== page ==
UI profs: Health law could prompt employer retaliation

CHAMPAIGN — Workers could be in for some harassment and retaliation as employers seek to minimize their costs under the Affordable Care Act, according to a new study down by two University of Illinois law professors.

Suja Thomas, an employment discrimination expert, and Peter Molk, an insurance law expect, looked at conflicting incentives in the act — with employees looking to gain health coverage and some employers looking to avoid providing the coverage — and the consequences that could have for the employees.

Under the Affordable Care Act, nearly everyone will be required to have health coverage staring Jan. 1, 2014.

Requirements for employers with 50 or more employers to provide health coverage or pay penalties were also originally set to take effect next year, but have been delayed by one year.

Employers see extra health coverage costs ahead, and before employer requirements take effect in 2015, Congress needs to close loopholes that will allow for some unintended consequences for workers, the authors say.

Among the problems they see:

— Employers can restructure the workplace, laying off employees and changing full-time jobs to part-time jobs to avoid providing coverage, or they can reduce take-home pay to make up for their insurance costs.

In some cases, Thomas said, there may be some necessary and legitimate restructuring taking place, but right now employees falling victim to cuts by employers trying to avoid health coverage don't have any protection.

"We think there should be protection for employees in some circumstances where the only thing the employer is trying to do is avoid the Health Care Act," Thomas says.

— Another conflict: Employers polling employees and prospective employees about their health insurance intentions — such as, do they have coverage through a spouse or will they be needing coverage at their workplace — can use their answers to place targets on those employees' backs, Thomas said.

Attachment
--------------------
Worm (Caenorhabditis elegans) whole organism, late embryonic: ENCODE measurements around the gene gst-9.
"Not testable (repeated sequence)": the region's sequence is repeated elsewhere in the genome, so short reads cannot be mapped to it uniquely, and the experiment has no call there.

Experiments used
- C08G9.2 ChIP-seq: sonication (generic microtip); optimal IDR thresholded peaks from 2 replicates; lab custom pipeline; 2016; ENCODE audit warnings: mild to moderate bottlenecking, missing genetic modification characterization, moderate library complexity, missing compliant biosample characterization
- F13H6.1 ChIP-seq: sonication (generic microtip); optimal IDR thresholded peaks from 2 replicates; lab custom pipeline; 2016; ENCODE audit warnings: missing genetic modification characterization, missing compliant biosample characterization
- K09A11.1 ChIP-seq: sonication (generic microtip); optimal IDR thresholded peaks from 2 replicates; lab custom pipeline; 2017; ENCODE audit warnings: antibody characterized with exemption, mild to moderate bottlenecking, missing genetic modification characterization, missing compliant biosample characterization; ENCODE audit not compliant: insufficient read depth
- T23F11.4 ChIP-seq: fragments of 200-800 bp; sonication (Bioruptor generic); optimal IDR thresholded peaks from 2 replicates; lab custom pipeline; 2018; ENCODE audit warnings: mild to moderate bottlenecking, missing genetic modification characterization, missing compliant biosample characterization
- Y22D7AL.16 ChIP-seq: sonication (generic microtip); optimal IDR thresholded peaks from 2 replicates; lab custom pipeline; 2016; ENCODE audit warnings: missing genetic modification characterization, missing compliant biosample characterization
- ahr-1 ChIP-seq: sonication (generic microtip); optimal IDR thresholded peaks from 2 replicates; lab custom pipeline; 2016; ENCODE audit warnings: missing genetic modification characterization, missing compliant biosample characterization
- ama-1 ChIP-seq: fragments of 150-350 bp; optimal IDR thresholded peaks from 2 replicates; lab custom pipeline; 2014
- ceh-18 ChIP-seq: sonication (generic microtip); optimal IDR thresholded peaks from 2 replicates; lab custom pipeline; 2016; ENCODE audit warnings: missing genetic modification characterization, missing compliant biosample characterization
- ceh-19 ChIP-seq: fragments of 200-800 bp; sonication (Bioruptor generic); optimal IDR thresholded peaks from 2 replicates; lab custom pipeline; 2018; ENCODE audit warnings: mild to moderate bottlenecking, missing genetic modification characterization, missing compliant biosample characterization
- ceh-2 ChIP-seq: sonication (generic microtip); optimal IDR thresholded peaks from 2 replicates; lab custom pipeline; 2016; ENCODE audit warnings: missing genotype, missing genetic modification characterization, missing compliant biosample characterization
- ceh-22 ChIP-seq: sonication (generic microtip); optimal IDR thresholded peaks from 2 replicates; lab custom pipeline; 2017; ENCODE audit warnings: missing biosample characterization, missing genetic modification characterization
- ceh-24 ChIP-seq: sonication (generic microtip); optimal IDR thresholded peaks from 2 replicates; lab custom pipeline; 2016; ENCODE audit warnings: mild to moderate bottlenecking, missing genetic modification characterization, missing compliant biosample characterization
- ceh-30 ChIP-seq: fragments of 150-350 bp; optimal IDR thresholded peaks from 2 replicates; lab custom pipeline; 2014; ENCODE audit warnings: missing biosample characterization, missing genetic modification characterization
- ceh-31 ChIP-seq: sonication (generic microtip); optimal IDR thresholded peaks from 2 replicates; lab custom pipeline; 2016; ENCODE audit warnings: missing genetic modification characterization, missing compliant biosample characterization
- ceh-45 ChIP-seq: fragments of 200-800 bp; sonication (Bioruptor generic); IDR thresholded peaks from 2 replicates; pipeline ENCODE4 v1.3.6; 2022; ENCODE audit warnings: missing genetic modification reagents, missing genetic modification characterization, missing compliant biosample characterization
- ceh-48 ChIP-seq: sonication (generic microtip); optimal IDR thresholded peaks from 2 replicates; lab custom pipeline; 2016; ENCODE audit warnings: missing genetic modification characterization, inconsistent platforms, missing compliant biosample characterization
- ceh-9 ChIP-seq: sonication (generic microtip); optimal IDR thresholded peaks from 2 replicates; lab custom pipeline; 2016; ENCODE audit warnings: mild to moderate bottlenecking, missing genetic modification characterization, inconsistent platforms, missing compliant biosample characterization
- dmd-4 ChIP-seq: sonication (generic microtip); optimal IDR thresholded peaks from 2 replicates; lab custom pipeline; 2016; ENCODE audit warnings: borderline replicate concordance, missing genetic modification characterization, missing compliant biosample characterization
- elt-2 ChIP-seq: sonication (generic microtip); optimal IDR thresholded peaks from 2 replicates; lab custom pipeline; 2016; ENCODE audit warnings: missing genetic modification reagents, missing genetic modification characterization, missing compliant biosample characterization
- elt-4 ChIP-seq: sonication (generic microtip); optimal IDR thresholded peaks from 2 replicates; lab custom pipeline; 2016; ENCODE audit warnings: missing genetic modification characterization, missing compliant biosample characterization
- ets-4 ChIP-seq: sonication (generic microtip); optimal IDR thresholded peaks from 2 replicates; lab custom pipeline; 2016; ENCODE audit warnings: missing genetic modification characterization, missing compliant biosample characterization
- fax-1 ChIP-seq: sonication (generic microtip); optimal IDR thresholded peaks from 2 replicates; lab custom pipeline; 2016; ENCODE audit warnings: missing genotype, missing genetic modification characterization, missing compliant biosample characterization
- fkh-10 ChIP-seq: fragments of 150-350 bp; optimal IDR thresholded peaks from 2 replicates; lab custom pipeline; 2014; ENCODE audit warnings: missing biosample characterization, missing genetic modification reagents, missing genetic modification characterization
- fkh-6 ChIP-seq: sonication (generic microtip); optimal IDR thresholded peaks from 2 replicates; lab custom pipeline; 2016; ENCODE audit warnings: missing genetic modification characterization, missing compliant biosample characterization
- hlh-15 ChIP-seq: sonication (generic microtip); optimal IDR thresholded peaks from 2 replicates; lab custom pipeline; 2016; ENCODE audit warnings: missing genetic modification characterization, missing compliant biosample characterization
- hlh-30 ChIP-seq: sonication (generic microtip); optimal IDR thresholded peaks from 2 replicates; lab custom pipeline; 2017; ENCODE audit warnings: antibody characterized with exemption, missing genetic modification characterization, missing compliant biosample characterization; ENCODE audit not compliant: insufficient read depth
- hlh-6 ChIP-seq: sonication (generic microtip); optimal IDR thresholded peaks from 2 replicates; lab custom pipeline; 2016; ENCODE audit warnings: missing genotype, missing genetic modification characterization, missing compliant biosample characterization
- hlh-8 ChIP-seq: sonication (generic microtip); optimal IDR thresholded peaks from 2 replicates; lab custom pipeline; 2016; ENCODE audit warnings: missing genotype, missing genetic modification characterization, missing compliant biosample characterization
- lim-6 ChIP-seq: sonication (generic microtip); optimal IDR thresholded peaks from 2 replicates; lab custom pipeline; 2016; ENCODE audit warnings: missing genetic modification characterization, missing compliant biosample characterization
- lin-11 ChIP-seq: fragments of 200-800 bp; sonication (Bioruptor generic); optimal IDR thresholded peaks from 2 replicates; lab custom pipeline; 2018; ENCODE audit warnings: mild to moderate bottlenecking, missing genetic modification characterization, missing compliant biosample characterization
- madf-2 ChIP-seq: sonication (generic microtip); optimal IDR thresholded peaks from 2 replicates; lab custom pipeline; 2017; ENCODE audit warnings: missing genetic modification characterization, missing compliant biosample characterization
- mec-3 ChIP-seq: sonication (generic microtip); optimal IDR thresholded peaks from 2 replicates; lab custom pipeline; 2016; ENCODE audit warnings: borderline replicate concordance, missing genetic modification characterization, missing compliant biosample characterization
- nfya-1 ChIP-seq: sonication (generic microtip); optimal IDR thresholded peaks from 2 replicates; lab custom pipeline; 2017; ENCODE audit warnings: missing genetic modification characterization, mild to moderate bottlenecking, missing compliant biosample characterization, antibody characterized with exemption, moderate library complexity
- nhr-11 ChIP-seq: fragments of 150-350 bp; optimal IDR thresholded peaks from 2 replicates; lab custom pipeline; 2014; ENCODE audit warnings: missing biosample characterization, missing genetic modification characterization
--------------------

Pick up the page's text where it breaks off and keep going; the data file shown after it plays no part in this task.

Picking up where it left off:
"In our mind, the employers shouldn't be able to discriminate against you if you have health care coverage or not," she said.

— Still another issue: Employees offered inadequate coverage (defined as not comprehensive enough or too expensive) who try to go out and purchase subsidized coverage being offered through the new state marketplaces could be subject to termination, Thomas says.

That's because the fines on employers who fail to provide coverage can be triggered in two different ways: They can be fined if they don't provide any coverage at all, and they can be fined if they offer inadequate coverage that forces the employee to go out and buy subsidized coverage through the state marketplace.

The act provides protection for employees fired or threatened with being fired if they accept adequate coverage, Thomas said, but there's no protection for an employee who is threatened with being fired for rejecting inadequate employer coverage, Thomas said.

"In the circumstances where there is inadequate insurance, there really is a big loophole that Congress couldn't have intended," Thomas said.

She and Molk conclude that a substantial number of retaliation claims are likely under the Affordable Care Act and additional employee protections are needed.

Their paper will published in the Cornell Law Review Online in October.

It can be accessed now at: http://bit.ly/1bSepG2

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